2. Coker, William S. and G. Douglas Inglis. Spanish Censuses of Pensacola, 1784-1820: a Genealogical Guide to Spanish Pensacola. Pensacola: Perdido Bay Press, 1980, p.124. Celestino is age 25 in the 1820 census.

    Bruington, Lola Lee Daniell, compiler. Records of Saint Michael's Cemetery, Pensacola, Florida. D.A.R., 1938, 1939, p.6. Family History Library Microfilm #850397. Celestino's gravestone inscription gives his age as 48 at the time of his death in 1844.

  3. Holmes, Jack. Pensacola Settlers, 1721-1821. Pensacola, Florida: Pensacola Historical Restoration and Preservation Committee, 1970, p.37.

  4. Sutton, Leora M. Gonzalia, 1770-1880. Pensacola, Florida, privately printed manuscript, 1961, p.11.

    Bowden, Jesse Earle, Norman Simons and Sandra L. Johnson. Pensacola: Florida’s First Place City, A Pictorial History. Norfolk, Virginia: The Donning Company, 1989. p.38. Both this source and Gonzalia, above, use the source “Historical Sketches of Colonial Florida” by Richard L. Campbell, published in 1892 and republished in a facsimile edition by University Press of Florida, Gainesville, Florida, in 1975. Leora Sutton gives it as a specific footnote for the quote of Don Manuel Gonzalez, while in the second source by Bowden and others it is just listed in the bibliography.

  5. Coker, William S. and G. Douglas Inglis. Spanish Censuses of Pensacola, 1784-1820: a Genealogical Guide to Spanish Pensacola. Pensacola: Perdido Bay Press, 1980, p.124. Maria de la Rua, age 18, is listed as Celestino's wife, and Maria, age 1, is their daughter. They are living in the same house as Manuel and Maria Louisa Gonzalez and their family.

  6. Marriage Certificate for Celestino Gonzalez and Pauline Graupera. Escambia County, Florida, Marriage Records, Book A, p.18, Family History Library Microfilm #941001,

    This was a second marriage for Pauline Graupera also. She was married to Antonio Mendosa before she married Celestino Gonzalez. One Graupera researcher turned up a baptismal record for Fernando Mendosa/Mendoza in the Sacramental Records of the Roman Catholic Church of the Archdiocese of New Orleans. Fernando was baptized 16 April 1825. The record gives his date of birth as 29 September 1822, in Pensacola, and his parents as Antonio Mendosa, native of Havana, Cuba, and Paulina Graupera, native of New Orleans. His maternal grandparents are Pablo Graupera and Margarita Jardela; his paternal grandparents are Juan Mendosa and Maria de La Torre; his godparents, or sponsors were Juan Manuel Fleitas and Josephina Graupera, the "infant's maternal aunt." No marriage for Pauline and Antonio has yet been found nor a death for Antonio. Pauline married Celestino just a few months after Fernando was baptized. Fernando turns up in the 1850 census in New Orleans, age 29, a wharf official; he is living with "the Widow Graupera, age 85" and "the widow Gagnet" age 53. This would be Marguerite Jardelat Graupera and Josephine Graupera Gagnet, Marguerite’s daughter and Pauline’s sister. Margarita would only have been 69 and Josephine about 46 at the time of the census.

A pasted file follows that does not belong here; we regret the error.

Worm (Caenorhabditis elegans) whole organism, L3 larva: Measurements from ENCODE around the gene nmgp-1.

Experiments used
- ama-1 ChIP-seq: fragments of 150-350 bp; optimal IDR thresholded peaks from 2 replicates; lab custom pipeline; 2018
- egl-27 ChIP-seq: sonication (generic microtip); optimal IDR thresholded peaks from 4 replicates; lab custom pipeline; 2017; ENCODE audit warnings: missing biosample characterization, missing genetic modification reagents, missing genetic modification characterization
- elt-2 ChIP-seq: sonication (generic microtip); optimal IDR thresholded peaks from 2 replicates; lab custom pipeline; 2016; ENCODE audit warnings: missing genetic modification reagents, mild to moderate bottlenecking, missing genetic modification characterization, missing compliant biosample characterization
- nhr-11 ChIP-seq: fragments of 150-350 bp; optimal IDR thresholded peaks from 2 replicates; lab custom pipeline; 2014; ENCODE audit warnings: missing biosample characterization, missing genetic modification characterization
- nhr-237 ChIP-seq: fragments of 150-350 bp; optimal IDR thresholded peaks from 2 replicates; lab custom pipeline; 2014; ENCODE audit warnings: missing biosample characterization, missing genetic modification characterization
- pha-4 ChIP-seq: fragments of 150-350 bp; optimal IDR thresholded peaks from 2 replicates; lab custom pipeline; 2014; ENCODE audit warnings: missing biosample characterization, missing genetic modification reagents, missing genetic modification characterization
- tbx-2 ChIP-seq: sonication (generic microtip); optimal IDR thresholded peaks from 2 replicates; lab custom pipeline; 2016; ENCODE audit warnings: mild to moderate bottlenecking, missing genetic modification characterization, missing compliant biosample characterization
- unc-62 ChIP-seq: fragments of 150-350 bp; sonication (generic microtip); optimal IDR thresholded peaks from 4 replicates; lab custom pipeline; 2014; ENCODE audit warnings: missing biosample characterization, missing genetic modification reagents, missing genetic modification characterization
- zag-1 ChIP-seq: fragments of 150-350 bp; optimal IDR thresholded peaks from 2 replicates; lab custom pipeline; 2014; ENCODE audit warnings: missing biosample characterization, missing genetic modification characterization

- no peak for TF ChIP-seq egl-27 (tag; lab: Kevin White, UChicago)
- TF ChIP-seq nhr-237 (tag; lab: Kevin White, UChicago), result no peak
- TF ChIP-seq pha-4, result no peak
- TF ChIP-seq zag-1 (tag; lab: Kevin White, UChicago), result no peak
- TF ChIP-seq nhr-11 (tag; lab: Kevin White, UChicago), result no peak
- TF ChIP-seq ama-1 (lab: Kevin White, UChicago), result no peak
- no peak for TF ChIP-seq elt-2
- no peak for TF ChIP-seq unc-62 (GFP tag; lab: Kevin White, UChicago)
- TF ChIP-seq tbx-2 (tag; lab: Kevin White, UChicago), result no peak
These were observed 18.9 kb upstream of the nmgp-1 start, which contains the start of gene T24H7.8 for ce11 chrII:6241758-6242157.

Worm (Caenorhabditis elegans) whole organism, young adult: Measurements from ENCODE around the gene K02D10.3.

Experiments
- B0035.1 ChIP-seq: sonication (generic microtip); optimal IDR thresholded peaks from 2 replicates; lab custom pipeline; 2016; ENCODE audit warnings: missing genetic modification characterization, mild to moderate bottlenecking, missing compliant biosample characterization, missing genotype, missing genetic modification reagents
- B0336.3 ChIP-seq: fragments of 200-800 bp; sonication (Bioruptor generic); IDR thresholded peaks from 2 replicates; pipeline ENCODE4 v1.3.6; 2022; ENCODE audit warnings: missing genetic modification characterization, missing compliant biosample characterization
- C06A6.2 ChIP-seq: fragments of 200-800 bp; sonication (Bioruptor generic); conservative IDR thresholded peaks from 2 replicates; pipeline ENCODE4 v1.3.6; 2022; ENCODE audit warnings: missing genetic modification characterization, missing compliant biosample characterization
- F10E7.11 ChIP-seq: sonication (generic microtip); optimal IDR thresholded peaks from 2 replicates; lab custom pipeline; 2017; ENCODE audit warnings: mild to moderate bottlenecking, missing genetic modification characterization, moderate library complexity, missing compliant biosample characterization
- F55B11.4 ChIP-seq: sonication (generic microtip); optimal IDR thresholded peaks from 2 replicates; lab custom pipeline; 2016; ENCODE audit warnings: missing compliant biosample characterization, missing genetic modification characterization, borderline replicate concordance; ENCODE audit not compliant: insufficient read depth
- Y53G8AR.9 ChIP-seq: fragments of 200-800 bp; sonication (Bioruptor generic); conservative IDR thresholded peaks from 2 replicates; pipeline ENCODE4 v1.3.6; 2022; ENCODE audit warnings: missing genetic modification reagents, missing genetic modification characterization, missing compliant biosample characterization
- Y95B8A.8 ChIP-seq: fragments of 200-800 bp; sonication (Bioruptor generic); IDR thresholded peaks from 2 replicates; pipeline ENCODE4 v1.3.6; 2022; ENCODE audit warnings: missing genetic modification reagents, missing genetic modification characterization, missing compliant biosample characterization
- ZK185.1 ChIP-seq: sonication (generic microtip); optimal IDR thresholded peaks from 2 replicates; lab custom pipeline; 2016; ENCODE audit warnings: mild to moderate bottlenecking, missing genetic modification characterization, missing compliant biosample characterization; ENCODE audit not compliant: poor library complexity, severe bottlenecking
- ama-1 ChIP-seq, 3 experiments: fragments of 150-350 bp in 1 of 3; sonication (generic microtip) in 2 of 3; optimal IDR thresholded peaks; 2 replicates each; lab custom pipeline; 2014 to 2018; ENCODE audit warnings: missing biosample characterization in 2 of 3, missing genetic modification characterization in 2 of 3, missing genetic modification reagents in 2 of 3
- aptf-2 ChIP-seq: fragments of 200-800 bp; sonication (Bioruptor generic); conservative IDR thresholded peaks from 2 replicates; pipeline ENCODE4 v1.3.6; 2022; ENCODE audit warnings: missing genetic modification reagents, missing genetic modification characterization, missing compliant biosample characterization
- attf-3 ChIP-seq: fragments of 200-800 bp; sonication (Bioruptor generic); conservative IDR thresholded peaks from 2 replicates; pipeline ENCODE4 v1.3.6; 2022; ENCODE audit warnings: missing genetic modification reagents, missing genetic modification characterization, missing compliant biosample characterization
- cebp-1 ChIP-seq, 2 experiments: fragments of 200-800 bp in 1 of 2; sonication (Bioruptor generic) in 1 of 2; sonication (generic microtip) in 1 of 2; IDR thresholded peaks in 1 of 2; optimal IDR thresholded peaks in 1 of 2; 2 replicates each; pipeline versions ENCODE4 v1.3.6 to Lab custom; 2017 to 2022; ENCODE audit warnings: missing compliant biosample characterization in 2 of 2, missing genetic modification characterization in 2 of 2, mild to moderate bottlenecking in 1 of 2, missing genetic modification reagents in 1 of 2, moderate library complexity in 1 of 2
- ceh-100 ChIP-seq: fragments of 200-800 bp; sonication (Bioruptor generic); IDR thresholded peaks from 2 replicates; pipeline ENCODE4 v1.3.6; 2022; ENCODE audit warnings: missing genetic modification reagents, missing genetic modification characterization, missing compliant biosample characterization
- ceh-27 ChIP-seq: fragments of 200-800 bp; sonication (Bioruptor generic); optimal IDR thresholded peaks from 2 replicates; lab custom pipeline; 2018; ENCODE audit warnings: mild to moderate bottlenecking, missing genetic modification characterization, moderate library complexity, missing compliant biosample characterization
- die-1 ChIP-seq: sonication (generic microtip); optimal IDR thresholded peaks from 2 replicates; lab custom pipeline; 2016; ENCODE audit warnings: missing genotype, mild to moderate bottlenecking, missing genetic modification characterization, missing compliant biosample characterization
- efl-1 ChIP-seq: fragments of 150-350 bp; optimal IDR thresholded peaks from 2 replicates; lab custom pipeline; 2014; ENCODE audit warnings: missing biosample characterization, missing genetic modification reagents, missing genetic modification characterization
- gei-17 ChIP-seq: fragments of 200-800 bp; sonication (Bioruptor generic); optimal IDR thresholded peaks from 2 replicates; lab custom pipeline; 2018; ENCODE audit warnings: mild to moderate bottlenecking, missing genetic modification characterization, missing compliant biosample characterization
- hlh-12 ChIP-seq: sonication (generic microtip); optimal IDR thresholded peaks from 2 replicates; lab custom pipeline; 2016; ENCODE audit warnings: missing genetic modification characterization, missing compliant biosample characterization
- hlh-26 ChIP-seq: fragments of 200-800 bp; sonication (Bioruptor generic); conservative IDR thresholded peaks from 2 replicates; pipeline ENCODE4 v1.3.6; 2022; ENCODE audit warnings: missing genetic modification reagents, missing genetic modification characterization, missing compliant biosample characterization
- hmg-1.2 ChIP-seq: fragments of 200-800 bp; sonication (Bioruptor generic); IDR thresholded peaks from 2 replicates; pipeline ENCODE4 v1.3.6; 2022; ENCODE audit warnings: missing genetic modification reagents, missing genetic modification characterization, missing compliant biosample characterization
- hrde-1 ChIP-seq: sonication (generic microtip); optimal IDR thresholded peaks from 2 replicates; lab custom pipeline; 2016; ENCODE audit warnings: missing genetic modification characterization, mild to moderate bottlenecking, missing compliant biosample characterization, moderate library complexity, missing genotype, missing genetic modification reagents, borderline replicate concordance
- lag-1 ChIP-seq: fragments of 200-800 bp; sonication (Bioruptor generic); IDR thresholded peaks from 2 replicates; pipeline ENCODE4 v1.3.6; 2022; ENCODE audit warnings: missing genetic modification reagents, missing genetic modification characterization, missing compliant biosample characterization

7. Bruington, Lola Lee Daniell, compiler. Records of Saint Michael's Cemetery, Pensacola, Florida. D.A.R., 1938, 1939, p.6. Family History Library Microfilm #850397. The gravestone inscription for Pauline gives her place and date of birth: New Orleans, Louisiana, June 7, 1800.